Being an RN is there a lot of blood and guts???

  1. Hey I'm taking prereques to join the RN program, but everytime I tell someone I'm going to be an RN they tell me that it's all blood and guts. I know certain fields like ER or surgery is a lot of blood, but are there certain fields where there's not so much blood. What do you call those departments.. I'm not big on seeing compound fractures or really crazy lacirations. But I really do want to help people get better..


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    About SexyRN2Be

    Joined: Sep '08; Posts: 7


  3. by   Be_Moore
    Certain areas are more predisposed to "blood and guts" for sure. ER, Surgical ICU are going to be the big ones, as will be post-operative floors (surgery floors) where you will do a lot of wound care and empty drains that will contain possibly a lot of blood. For outpatient, Dialysis deals with a lot of blood.

    Areas you won't see as much blood..standard Med/Surg floors tend to have less. Medical ICU (if there is a separate surgical ICU) will have less blood. Pediatrics. Lots of outpatient choices as well. Pain Management, Cardiac Clinics. There is also home health.

    But make no mistake, very few options are blood-free. Even in an outpatient setting you will probably have to do blood draws and/or start IV's. The difference is whether the blood is in a controlled area (like in a syringe/vacutainer/lab vial) or in an uncontrolled area (leaking out of the patient onto the bed/floor profusely). If you have a serious aversion to blood and/or other body fluids, nursing is probably not for you.
  4. by   soulofme
    Only when having to deal with management
  5. by   Spiker
    yes, there certainly is a lot of blood involved in nursing. as the first post noted - there are areas where there isn't as much potential for bloody messes, but you do have to try to get used to it. my mom was aloways amazed that i went into nursing 30 yrs. ago, because as a child i got hysterical if i saw blood. once you get into nursing schhol, you start to learn the physiology - ie. the "mechanics" of the human body. you learn to appreciate this, & to look past the "blood & guts", & realize this person needs your help! i also was a paramedic for 12 years, & saw a lot worse than sometimes makes it into the er! thank god for post-trauma counselling teams. so, once you get out of nursing school, you may feel differently. if not, as noted previously, try those options, as well as mental health, physicians' offices, school nursing, elder care (a growing need!). good luck in your decision. by the way, if you do decide to go to nursing school, be sure to find a place to sit down quickly if you do begin to feel 'woozy'....i've had my share of students go down on the floor! (i'm an or nurse).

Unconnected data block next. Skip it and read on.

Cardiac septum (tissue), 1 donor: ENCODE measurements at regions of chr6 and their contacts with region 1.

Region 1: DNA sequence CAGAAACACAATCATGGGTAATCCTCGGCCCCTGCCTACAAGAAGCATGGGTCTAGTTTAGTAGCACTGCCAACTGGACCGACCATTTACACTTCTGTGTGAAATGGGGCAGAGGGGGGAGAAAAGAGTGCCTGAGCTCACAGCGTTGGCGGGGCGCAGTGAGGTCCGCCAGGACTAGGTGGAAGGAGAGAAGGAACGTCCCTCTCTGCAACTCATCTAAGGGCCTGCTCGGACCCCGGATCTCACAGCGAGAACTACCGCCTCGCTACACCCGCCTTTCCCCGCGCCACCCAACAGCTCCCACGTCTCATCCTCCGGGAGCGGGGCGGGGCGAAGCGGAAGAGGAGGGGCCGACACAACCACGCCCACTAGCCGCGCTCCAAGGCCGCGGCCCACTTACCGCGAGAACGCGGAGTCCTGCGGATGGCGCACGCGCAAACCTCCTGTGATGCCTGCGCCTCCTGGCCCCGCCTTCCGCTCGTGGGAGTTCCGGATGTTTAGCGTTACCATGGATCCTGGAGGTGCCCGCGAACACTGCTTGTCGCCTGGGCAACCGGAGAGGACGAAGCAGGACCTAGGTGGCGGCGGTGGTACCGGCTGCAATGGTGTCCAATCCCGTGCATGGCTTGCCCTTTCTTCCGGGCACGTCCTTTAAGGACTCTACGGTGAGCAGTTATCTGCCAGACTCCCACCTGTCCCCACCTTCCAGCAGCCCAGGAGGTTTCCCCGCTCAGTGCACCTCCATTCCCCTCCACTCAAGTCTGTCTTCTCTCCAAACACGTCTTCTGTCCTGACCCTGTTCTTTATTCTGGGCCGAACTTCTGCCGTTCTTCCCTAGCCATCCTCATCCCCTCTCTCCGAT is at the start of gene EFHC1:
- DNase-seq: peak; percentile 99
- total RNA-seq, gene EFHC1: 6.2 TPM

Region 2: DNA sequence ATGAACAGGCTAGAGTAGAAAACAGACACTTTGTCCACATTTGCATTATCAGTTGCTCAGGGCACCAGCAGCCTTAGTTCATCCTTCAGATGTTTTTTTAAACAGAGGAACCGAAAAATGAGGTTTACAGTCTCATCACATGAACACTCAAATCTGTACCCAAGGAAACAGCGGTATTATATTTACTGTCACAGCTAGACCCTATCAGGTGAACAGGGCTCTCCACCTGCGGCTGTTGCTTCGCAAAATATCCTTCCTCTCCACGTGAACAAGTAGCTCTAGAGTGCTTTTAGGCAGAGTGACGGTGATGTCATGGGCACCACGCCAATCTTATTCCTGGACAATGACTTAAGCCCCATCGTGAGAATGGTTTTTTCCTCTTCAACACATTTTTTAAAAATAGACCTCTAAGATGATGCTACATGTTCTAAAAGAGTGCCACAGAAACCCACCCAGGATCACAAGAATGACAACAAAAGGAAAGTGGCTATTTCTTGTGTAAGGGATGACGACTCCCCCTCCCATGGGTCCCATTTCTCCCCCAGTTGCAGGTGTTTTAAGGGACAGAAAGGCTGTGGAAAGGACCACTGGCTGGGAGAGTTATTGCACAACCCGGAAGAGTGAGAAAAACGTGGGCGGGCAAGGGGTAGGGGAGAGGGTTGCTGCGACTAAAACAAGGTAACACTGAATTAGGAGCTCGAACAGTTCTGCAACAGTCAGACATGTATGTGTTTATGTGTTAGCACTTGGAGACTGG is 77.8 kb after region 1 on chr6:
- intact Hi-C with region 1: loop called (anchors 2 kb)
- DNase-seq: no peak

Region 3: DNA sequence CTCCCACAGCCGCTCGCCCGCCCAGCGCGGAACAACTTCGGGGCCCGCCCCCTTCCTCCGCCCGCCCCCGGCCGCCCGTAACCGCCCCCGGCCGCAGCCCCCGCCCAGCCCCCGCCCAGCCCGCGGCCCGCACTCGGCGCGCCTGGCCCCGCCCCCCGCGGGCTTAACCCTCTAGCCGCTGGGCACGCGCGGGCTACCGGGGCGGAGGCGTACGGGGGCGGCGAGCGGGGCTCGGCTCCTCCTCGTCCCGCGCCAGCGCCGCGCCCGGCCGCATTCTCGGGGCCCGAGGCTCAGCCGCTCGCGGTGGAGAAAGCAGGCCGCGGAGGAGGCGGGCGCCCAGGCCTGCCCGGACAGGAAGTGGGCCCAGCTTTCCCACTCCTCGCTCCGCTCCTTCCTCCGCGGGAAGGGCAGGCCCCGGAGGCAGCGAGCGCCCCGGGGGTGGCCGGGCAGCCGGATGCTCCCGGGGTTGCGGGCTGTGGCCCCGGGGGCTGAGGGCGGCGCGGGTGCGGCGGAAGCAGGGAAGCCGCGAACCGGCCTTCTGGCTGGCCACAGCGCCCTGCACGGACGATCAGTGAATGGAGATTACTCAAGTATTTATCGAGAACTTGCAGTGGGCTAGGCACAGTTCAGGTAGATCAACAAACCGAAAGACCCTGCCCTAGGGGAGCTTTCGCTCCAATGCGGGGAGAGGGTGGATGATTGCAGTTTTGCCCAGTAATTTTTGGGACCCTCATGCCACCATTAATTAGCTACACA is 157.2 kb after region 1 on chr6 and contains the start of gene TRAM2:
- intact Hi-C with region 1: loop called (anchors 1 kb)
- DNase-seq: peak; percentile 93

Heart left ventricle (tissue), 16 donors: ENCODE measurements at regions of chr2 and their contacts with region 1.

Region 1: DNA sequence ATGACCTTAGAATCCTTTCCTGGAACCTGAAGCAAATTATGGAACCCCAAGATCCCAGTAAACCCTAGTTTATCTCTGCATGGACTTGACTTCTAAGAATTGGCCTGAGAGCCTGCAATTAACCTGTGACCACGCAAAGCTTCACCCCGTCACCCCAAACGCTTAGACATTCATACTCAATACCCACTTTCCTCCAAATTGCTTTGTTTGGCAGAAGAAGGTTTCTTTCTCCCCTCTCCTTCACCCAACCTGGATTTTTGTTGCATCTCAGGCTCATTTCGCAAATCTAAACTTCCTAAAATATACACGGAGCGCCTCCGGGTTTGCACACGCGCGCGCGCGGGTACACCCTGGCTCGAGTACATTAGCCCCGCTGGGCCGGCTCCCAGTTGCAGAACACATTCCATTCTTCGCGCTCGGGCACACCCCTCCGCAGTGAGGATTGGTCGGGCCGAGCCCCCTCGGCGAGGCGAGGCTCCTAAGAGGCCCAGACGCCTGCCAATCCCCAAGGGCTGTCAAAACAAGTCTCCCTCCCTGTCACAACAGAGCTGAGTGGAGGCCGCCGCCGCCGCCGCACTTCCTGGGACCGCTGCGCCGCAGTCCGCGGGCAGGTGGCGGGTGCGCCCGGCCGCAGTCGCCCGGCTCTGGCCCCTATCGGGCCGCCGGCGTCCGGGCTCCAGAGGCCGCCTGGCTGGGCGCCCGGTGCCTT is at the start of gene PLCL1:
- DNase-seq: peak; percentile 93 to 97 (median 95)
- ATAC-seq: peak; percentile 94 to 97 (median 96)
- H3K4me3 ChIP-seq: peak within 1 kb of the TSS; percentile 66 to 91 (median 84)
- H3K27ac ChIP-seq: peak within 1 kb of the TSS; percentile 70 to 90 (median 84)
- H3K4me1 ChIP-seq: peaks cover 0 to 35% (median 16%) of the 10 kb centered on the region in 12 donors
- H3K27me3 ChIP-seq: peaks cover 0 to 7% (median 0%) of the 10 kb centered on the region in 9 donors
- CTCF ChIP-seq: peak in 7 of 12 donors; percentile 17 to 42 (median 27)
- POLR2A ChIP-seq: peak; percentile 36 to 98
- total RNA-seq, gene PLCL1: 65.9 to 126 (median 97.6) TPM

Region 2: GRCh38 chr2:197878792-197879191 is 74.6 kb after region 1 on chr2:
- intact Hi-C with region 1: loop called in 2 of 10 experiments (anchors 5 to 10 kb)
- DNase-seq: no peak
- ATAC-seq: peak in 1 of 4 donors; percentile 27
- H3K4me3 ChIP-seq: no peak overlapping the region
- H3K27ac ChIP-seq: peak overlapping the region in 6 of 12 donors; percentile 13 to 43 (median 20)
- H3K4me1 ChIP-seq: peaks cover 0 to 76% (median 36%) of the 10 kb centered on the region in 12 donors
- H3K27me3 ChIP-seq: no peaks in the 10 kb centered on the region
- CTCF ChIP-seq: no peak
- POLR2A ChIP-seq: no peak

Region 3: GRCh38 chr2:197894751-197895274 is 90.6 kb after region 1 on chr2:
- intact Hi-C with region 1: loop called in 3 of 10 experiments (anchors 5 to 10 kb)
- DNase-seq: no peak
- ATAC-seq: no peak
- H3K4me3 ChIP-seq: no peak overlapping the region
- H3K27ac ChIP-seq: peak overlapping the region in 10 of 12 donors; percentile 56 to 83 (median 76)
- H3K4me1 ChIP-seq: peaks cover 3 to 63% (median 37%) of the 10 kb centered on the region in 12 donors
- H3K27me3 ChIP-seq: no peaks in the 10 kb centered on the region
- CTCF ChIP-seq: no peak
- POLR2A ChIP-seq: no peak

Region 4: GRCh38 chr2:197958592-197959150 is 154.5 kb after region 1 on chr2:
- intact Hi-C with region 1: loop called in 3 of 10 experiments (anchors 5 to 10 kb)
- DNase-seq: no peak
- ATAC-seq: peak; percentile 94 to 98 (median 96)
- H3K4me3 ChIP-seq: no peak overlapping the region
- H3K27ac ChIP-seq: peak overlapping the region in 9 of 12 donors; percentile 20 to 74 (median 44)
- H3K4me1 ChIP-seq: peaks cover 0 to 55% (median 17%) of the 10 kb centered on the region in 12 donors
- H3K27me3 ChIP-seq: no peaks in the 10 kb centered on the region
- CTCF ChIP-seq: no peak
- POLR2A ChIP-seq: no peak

6. by   S.N. Visit
    I work in psych. All our pts are medically stable, no blood (unless some one falls or gets hit by another pt.) or guts in our dept.
  7. by   Magsulfate
    worse than blood is,,,,, body grease. ... and crusty cracks,, need I go on?
  8. by   ksrose1
    I work on a med/surg's more poo and pee. Still body fluids and a lot more stinky.
  9. by   mercy20
    Blood and guts, not so much (unless in specialty areas as others have mentioned). Even worse- lots of vomit, diarrhea, sputum, pus, BODY ODOR, cheesy feet/skin folds/private areas (from people that are NOT bedbound and able to take a shower!)- these are the things that will make u gag
  10. by   SexyRN2Be
    Thank you all for your feedback, I dont hate blood nor does it make me sick to see, but I'd prefer not to really see the inside of someone body for long periods of times. I can handle giving shots, IV, taking care of wounds, but some of the more gorey complex things to do, is not on the top of my list...
  11. by   Purple_Scrubs
    Keep in mind that even in LTC or Med/Surg it is possible to see some really bad wounds, especially pressure wounds. In NS I saw a pressure ulcer on a patient's rear that was so big you could fit your fist in it - blech.

    If you are like myself and many nurses I know, you learn to look past the gross and focus on the patient. I don't get grossed out much anymore. Check out this thread and see if you can stomach it to get an idea, but keep in mind that MOST days are not like that!
  12. by   RNperdiem
    I've seen some uh, interesting things in my years in Surgical ICU.
    You probably would want to steer clear of Burns too.
  13. by   chevyv
    Quote from soulofme
    Only when having to deal with management

    Tee Hee! LMAO
  14. by   Reno1978
    Things that I would have thought would have totally grossed me out prior to becoming a nurse are just all in a day's work now...your mindset really changes from responding with "THAT'S GROSS!! to "What can I do to fix this?"